Vicki Cantrell: Well, I’m going to make a distinction here. I’m going to say that when you say “online”, I’m going to make a distinction as to … whereas they may be slower in being able to deliver, at scale, their product. Or having consumers adopt online grocery buying. I would say that grocery, however, is seriously embracing digital, so I don’t think of it as online, I think of it as digital. I think that … I mean, my grocery shopping is extremely digital, today. As far as my grocery in-store experience, it’s very digital. I use location services. I use ‘Scan As You Go’. I use … Obviously, I get all of the notifications for what I always shop for, and when it is available on sale, etc. So I rely very heavily on the digital experience as I’m working in groceries. So digitally, I think they’re really embracing that, and doing some really great things. Yes, as far as online delivery, that is a little slower, but it doesn’t mean they’re behind the game.

Mani: Okay. Vicki, you’ve work with brands as well as retailers. Is direct-to-consumer a threat to current form of retailing, and where do you see it evolving?

Vicki Cantrell: I would ask you a question back for that. When you think about direct-to-consumer, what does that mean to you?

Mani: It means something that a manufacturer, who used to formally sell through retail, let’s say Nike shoes, was exclusively through the retail channels. Now they offer good part of that merchandise directly to consumers. Hanes Brand does it, Procter and Gamble does it, with their … let’s say, their razors, etc. That’s what I mean.

Vicki Cantrell: I wanted to see if that’s how you thought of it, because there’s actually a couple of different versions of that. It’s true. And I think there’s always a great example when you’re thinking about Nike and some of the top sports brands. It is … they have become much more embedded in direct-to-consumer because they have their own stores. Okay. So, they didn’t use to have their own stores. So now they even have their own stores, and certainly they have their own channels, etc. And there are certain manufacturers, when I say, okay, let me go back to Nike … Because it has to do with whether it’s a threat. Okay, yes there is still a pie. And there’s amount of sales that a consumer’s going to spend, and who are they going to spend it with? Are they going to spend it with Nike at Macy’s, or Nike in Nike.

Vicki Cantrell: So, certainly it changes retail. But again, because this consumer industry is still not consumer-centric enough, meaning, let the consumer do whatever they want, whenever they want, however they want. Okay? Then yes, there’s always going to be some tension there. Now, that said, when you think about these big manufacturers that have dipped their toe in direct-to-consumer, like razors, generally they are not structured, at all, for that. And here’s why. I would say that retailers, one of the things that they do very well, we talked about this a little bit; Retailers are master marketers at speaking directly to the end consumer about their product in a way that a manufacturer can’t.

Vicki Cantrell: There’s a lot of data sharing that goes on, so the manufacturer relies on their end channel to talk to them about the consumer. But retailers are really good at, even though they’re don’t get it right 100% of the time, they really understand the end consumer. So for me, it’s changing retail, just like everything is changing retail. Is it a threat? It depends on how you think about whether … I guess how much you accept the fact that the consumer is in control.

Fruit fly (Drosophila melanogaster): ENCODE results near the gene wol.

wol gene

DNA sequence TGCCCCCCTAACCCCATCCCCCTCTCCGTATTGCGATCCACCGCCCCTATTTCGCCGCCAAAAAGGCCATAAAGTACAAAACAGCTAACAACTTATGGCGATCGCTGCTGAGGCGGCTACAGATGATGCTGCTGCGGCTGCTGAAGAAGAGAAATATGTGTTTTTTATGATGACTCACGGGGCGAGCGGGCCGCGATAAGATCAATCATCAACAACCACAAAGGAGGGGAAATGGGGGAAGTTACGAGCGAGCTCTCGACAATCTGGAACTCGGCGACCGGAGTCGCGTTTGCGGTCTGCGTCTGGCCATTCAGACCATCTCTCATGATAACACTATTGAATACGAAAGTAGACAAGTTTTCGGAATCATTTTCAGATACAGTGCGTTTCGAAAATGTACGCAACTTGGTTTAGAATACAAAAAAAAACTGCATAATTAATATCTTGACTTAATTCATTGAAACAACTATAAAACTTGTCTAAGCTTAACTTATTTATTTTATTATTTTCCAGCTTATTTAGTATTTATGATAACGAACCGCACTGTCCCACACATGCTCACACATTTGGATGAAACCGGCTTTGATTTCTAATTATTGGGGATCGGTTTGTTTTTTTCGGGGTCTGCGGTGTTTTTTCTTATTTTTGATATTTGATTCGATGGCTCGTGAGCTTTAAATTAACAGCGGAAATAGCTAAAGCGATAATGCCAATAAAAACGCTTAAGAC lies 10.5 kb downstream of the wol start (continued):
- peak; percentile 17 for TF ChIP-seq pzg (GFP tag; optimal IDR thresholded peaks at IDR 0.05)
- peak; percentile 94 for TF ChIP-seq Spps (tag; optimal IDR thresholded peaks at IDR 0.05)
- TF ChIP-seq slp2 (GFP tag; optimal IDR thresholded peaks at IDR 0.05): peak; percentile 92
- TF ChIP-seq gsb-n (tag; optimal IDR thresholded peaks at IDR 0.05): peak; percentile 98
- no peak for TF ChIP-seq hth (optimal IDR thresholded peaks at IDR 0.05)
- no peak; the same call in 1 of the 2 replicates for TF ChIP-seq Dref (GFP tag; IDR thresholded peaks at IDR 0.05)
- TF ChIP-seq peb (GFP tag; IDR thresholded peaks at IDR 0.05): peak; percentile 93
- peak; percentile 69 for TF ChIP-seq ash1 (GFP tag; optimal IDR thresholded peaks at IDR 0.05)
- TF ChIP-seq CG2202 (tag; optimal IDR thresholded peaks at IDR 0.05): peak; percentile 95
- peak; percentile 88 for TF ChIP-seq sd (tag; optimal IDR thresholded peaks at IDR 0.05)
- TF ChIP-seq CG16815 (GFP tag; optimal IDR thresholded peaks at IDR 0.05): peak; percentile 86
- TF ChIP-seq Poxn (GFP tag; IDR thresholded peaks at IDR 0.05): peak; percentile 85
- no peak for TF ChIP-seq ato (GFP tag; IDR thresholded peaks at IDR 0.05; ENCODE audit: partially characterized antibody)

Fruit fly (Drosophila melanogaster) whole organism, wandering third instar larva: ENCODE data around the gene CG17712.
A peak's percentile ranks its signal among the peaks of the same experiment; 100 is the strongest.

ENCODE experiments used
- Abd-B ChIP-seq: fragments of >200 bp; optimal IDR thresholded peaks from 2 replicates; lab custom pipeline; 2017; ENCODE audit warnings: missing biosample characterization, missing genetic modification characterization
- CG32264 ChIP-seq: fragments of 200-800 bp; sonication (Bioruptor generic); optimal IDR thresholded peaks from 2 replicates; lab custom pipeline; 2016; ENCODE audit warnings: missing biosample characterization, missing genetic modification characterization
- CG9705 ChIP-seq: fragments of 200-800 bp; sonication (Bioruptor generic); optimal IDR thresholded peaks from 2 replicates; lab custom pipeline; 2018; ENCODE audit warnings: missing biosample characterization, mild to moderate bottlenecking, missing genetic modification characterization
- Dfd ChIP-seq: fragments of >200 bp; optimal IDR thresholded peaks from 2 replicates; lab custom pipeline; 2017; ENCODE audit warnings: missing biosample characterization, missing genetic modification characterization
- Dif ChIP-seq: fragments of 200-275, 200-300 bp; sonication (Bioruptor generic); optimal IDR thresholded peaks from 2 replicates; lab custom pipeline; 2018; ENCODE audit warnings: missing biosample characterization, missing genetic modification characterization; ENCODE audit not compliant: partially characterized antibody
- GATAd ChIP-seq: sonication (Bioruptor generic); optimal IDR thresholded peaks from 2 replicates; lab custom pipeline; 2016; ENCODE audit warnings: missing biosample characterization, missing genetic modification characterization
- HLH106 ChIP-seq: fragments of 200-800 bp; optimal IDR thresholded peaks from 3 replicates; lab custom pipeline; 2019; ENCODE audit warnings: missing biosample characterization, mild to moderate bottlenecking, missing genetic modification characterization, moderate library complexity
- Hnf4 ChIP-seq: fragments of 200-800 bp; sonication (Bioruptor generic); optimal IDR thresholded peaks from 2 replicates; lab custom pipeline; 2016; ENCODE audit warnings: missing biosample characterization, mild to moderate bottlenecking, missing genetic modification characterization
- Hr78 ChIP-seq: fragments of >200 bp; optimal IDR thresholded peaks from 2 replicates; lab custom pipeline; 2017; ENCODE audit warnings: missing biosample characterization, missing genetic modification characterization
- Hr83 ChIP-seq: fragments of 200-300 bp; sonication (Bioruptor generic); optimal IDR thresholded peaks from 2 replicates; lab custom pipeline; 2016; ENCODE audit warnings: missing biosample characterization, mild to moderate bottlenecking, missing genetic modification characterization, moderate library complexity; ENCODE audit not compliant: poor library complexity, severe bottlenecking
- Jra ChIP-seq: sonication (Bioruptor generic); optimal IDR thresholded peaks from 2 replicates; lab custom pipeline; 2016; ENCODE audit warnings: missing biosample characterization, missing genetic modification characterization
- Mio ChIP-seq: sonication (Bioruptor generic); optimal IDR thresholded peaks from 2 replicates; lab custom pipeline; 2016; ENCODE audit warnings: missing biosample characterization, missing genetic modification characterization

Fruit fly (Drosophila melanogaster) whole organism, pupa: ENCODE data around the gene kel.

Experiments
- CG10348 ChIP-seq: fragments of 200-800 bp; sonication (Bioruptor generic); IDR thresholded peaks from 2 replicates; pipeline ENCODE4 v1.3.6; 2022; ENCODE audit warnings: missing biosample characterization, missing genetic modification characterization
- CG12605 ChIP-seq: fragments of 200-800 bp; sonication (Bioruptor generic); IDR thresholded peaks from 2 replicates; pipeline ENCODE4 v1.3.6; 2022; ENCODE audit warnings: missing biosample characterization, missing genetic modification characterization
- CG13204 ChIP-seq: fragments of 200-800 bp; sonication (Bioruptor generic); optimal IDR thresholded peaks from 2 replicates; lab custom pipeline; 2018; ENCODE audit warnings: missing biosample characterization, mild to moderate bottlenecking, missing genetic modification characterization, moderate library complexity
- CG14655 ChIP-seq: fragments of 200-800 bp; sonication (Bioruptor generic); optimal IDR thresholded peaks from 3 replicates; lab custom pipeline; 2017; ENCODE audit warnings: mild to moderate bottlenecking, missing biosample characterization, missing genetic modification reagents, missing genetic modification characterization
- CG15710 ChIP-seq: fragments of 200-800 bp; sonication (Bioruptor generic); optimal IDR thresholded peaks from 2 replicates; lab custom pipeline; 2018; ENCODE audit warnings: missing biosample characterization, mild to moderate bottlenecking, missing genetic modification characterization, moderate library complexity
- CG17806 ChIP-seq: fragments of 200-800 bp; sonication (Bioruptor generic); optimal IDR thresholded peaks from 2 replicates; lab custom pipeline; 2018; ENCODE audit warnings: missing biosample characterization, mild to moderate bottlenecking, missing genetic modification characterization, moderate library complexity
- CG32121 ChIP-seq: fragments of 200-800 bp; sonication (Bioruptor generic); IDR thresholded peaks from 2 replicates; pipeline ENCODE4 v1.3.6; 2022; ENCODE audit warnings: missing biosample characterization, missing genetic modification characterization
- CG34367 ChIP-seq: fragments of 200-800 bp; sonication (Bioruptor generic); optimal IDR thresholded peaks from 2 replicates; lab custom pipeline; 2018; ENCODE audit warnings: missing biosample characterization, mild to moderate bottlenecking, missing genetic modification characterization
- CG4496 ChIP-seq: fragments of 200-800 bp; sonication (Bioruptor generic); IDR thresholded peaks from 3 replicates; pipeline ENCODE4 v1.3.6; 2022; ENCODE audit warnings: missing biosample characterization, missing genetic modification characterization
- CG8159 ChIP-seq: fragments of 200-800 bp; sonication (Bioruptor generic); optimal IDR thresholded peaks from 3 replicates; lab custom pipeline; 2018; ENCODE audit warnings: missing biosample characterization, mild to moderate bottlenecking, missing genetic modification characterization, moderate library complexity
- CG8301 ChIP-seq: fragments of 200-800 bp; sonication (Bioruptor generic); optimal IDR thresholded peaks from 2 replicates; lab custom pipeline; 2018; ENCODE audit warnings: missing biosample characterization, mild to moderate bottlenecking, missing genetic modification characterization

Mani: Right. Okay. That leads me to a final question. The conversation is really interesting, and your vast experience is throwing a number of perspectives that I had not thought of, but I’m limited by time. So the last question is, are retailers being seen as current shoppers, as somebody who’s inefficient and just a mere middleman who is there to grab a little bit share of the wallet, and is that a valid observation, and will retailers be doing something to combat that.

Vicki Cantrell: I don’t think it’s a valid observation. I don’t think that they are perceived that way, but if they are not changing, they will be perceived that way. So why does … When you think of retail as a middleman, okay? Then why would I as a consumer want to purchase from this middleman? What would cause me to want to do that? A couple of reasons. I mean, in many ways, Amazon is a middleman, and all of the retailers are middleman, if you think about it that way. And a consumer is not shopping one way. So when we think about how Amazon is, you know, all this fear about the control of Amazon, etc., it doesn’t mean that they don’t have a vast market share, and the reason they have a vast market share is because they are truly, from day one, consumer-centric, in a way that people talk about but don’t do.

Vicki Cantrell: So of course they have a tremendous market share. But my point is, that Amazon does not satisfy all things. Not only for all people, it doesn’t satisfy all things for any consumer. And most consumers, I am sure the number is astronomical, shop very differently all across the day, all across the week, all across the year. There’s some things I wouldn’t consider getting anywhere other than Amazon. There are some things that I will absolutely want to go to the store for. There are some … Today I might need it three days from now, but tomorrow I might need it immediately. People’s lives are so intertwined, and retail has become so much a part of the way you live, and because of retail’s experiential expansion, it’s become so much part of your life, that you … One way doesn’t work for everything, just like none of your days are the same. So, I really believe that it is up to the retailer as to whether they are perceived as just an inefficient middleman, because the minute they are, you’re right, they will not be … that’s not where the consumer’s going to go.

Mani: Great. Okay. Thank you for being so clear, with your observations. Vicki, it’s been great talking to you, and learning from your perspectives and experience. Thank you very much, and I’m looking forward to doing another podcast with you in the future.

Vicki Cantrell: Ah, it was my pleasure, Mani. Thanks very much.

Mani: Okay. Thank you. Bye.